This was an exhibition of some of Leonardo’s sketchbook pages, focusing on his sculptural work. It was incredible to me to read about and see the lengths he went to to research and plan his works, with so many failing to come to fruition because he was pulled off onto a new project before he got there.
One of the sketchbook pages was for casting the Sforza monument, a huge bronze horse commissioned by the ruler of Milan, Ludovico Sforza, in memory of his father. It was to be made of 75 tons of bronze and required a foundry to be built on site just to cast it. Leonardo got as far as making the full sized clay model before the threat of invasion meant that the bronze was requisitioned to make cannon and the project was suspended. When the French invaded five years later, the clay horse was used as target practice by the troops and destroyed, which must have been distressing to him.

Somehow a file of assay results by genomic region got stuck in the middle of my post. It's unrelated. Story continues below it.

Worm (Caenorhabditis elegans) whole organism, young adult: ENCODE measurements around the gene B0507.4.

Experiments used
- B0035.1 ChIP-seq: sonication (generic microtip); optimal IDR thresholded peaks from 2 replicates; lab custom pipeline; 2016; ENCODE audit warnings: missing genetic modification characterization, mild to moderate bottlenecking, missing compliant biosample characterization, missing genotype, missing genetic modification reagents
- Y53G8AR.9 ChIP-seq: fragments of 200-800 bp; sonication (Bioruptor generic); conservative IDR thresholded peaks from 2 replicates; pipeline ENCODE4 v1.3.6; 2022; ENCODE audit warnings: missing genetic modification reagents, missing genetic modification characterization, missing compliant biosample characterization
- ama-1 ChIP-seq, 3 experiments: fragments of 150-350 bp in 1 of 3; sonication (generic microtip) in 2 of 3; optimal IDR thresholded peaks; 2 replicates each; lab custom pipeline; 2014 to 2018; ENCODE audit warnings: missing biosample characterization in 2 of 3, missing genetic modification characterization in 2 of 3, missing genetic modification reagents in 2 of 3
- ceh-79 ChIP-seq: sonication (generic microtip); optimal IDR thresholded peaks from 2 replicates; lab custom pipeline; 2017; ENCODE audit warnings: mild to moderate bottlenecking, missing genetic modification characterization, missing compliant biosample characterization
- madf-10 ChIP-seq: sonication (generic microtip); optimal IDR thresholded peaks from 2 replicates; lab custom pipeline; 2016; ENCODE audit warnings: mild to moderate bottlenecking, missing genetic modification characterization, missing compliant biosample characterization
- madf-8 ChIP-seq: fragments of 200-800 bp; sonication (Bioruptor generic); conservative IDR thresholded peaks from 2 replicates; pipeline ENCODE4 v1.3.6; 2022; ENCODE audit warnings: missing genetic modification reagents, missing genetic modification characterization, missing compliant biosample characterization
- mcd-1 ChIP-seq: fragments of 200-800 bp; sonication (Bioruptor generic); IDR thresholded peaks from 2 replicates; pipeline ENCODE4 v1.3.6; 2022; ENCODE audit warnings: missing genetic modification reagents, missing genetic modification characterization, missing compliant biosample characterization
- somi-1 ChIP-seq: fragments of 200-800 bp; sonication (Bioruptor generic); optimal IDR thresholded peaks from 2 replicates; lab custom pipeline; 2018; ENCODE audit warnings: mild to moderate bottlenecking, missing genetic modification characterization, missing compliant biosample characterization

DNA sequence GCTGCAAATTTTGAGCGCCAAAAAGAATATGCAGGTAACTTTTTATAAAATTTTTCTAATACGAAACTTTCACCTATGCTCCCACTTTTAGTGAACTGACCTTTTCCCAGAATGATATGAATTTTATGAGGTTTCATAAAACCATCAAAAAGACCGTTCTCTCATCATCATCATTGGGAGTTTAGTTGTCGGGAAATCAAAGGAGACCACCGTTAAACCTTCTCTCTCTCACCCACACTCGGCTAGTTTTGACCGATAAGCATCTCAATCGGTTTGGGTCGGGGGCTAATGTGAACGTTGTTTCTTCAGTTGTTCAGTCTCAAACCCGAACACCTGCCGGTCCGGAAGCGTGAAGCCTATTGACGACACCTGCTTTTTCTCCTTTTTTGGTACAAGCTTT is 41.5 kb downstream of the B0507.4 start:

The sketchbook pages show Leonardo’s plans for casting the sculpture with the sprues needed to feed in the bronze, how the work would be joined together with tie-bars, designs for the foundry and also a lifting mechanism to get the statues out of the ground after casting it, as well as some notes and some poetry. The drawings show great skill and are very modern in their use of perspective. They are small and crammed onto the page, with little of the paper’s surface wasted and were obviously designed for his eyes only.
His studies of a sectioned skull are exceptional in their detail and skill in rendering. They were studies to help him to understand the proportions and structure of the skull and very beautiful drawings. If I saw them in a text book I would have imagined the originals to be much larger and shrunk down, he must have had very good eyesight and steady hands to have achieved this level of detail at this scale.
A fascinating exhibition and I hope to see more of the concurrent exhibitions whilst they are on.